The Turn to the Native is a timely account of Native American literature and the critical writings that have grown up around it. Arnold Krupat considers racial and cultural “essentialism,” the ambiguous position of non-Native critics in the field, cultural “sovereignty” and “property,” and the place of Native American culture in a so-called multicultural era. Chapters follow on the relationship of Native American culture to postcolonial writing and postmodernism. Krupat comments on the recent work of numerous Native writers. The final chapter, “A Nice Jewish Boy among the Indians,” presents the author’s effort to balance his Jewish and working-class heritage, his adherence to Western “critical” ideals, and his ongoing loyalty to the values of Native cultures.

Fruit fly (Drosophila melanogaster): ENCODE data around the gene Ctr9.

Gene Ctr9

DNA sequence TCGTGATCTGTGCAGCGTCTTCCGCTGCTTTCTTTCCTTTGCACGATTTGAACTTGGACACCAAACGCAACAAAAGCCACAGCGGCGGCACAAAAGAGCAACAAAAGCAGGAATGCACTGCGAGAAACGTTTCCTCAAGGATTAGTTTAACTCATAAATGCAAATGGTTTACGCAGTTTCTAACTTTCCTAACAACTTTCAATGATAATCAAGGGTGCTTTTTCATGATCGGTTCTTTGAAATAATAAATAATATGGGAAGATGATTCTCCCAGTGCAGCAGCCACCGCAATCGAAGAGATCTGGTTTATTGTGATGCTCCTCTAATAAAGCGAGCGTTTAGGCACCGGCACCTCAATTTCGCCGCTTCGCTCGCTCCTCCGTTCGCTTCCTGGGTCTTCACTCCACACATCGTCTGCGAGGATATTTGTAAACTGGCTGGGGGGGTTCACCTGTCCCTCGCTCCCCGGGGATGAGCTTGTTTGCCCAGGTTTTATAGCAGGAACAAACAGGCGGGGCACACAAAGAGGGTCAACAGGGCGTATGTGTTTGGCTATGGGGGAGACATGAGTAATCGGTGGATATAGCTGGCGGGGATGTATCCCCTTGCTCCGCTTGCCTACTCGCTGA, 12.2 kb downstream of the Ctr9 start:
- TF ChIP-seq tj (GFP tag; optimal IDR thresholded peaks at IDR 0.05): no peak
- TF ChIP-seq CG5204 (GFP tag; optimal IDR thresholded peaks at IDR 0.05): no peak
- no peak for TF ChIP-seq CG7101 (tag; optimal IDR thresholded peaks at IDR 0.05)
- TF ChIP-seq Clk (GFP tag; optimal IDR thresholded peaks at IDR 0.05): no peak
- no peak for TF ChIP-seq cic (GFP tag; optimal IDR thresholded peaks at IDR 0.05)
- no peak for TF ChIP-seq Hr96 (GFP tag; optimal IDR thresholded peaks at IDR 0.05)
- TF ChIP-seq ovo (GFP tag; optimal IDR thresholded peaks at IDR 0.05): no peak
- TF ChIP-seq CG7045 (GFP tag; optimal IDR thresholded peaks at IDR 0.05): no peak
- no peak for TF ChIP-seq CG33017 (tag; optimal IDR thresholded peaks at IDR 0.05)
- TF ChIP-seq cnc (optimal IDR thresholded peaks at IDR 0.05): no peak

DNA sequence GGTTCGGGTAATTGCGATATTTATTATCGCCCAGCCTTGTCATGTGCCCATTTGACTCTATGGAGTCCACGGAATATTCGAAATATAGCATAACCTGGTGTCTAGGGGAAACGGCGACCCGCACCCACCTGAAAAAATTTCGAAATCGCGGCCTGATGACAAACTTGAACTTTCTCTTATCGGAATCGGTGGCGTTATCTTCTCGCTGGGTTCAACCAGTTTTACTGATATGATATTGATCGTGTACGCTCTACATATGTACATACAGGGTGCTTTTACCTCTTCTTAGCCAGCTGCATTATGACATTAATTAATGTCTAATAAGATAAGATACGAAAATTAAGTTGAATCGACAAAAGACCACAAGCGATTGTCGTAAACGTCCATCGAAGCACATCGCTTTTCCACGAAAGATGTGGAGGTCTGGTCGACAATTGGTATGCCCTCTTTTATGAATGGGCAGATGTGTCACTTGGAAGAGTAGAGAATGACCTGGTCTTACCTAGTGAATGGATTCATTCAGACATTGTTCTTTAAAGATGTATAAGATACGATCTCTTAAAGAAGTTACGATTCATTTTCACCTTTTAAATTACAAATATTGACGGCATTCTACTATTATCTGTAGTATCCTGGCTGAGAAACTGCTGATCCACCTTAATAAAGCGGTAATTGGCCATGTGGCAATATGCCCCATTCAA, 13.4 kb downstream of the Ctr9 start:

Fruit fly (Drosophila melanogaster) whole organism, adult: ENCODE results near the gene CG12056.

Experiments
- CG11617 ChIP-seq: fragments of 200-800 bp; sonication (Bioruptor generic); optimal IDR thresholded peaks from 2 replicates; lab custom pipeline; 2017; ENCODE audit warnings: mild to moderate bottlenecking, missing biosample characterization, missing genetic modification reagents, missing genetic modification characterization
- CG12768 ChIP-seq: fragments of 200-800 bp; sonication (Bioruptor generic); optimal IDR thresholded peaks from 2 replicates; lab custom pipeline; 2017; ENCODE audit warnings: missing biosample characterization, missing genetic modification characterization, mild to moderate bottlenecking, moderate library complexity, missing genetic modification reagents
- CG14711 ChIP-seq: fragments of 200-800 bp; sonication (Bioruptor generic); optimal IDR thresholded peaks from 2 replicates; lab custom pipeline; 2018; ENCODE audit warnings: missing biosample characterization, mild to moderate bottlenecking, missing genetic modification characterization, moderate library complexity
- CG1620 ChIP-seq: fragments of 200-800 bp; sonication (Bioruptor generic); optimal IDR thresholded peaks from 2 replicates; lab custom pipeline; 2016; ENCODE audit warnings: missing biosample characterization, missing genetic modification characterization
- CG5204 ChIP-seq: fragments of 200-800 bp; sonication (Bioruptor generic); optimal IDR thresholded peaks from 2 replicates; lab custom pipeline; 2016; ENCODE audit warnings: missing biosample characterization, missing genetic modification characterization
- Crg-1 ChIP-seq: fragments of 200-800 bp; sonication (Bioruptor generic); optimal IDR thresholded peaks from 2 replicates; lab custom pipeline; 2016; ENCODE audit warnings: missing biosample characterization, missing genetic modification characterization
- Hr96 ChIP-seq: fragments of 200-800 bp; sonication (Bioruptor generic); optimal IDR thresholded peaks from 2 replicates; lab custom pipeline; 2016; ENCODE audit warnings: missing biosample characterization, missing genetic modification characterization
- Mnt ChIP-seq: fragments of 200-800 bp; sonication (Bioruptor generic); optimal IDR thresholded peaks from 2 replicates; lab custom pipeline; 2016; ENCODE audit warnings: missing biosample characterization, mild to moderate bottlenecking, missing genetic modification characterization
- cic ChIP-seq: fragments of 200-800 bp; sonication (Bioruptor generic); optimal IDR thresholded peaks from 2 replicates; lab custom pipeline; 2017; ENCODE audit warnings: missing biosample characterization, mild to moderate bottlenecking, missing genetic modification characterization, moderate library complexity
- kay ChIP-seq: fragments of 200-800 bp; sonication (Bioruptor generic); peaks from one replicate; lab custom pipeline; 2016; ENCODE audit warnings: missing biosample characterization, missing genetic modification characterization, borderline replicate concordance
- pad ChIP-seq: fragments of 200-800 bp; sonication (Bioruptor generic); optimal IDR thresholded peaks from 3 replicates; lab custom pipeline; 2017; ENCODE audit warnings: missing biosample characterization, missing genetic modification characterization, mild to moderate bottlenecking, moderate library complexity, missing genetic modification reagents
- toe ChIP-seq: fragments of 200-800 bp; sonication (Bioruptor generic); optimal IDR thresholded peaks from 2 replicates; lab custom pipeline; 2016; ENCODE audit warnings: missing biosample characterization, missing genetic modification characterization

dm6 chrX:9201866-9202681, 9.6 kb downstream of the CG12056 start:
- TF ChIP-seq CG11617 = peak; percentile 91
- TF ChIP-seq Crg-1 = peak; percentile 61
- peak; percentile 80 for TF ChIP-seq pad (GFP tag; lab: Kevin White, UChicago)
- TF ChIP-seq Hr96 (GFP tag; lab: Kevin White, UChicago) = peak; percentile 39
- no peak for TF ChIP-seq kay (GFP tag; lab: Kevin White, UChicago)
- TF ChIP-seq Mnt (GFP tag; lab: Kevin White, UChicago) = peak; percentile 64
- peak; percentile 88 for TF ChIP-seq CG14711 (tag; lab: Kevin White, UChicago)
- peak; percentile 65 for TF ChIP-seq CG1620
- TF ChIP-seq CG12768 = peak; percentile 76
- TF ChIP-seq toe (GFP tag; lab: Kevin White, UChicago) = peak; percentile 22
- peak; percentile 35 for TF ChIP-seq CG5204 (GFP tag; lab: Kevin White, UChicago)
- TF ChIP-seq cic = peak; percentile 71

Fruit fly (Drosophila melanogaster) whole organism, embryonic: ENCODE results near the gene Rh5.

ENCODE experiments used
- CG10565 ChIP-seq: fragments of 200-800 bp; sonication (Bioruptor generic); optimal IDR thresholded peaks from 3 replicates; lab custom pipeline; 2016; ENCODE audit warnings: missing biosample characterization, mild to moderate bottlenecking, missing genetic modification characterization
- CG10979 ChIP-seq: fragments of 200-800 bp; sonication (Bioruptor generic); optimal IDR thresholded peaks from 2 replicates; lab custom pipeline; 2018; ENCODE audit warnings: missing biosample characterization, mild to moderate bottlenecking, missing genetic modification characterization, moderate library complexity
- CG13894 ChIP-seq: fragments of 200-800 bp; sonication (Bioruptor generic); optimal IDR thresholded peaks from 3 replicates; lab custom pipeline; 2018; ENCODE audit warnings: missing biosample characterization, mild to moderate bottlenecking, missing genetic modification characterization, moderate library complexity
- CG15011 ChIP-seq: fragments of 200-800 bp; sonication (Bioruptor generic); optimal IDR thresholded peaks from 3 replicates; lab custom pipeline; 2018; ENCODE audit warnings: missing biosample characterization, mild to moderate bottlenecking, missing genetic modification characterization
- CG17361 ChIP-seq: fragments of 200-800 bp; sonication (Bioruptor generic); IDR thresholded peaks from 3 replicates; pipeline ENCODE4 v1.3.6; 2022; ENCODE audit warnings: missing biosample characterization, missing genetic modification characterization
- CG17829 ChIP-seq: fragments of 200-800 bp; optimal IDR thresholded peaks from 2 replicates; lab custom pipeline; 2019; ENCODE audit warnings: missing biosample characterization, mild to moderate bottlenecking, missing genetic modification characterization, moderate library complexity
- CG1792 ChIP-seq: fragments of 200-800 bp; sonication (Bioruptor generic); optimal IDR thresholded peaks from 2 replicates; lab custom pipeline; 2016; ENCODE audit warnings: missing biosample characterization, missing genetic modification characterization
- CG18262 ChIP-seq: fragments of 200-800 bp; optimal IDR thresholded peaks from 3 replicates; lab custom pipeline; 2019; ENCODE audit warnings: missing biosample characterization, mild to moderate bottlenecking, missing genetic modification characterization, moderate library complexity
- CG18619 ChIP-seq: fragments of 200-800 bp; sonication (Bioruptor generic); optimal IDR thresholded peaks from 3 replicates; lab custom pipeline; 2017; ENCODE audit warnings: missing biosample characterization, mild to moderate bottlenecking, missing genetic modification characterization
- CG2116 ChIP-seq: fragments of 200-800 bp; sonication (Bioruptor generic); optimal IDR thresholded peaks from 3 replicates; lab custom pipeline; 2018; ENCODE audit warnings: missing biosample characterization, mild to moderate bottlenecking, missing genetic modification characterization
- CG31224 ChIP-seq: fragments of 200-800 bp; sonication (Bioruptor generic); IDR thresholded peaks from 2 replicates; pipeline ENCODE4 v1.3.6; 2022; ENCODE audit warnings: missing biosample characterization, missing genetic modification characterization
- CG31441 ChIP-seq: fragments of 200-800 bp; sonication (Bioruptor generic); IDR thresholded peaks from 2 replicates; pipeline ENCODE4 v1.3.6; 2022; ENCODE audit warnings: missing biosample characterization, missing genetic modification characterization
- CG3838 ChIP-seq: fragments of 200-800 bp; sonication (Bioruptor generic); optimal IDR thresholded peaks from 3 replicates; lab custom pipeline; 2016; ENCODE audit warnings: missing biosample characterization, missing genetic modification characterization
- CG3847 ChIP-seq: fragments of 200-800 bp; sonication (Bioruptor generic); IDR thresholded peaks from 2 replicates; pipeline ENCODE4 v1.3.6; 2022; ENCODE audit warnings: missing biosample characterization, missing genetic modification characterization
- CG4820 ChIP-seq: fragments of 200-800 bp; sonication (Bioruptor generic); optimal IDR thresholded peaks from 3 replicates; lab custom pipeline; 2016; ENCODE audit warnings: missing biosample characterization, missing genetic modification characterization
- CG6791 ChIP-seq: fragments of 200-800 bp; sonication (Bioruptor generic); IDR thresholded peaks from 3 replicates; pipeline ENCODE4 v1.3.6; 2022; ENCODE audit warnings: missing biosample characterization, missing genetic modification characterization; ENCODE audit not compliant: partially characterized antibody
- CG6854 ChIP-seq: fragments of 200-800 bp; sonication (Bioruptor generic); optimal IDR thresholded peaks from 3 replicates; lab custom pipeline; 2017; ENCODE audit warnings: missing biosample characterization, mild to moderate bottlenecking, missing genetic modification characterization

Arnold Krupat, a professor of literature at Sarah Lawrence College, is the author of Ethnocriticism: Ethnography, History, Literature.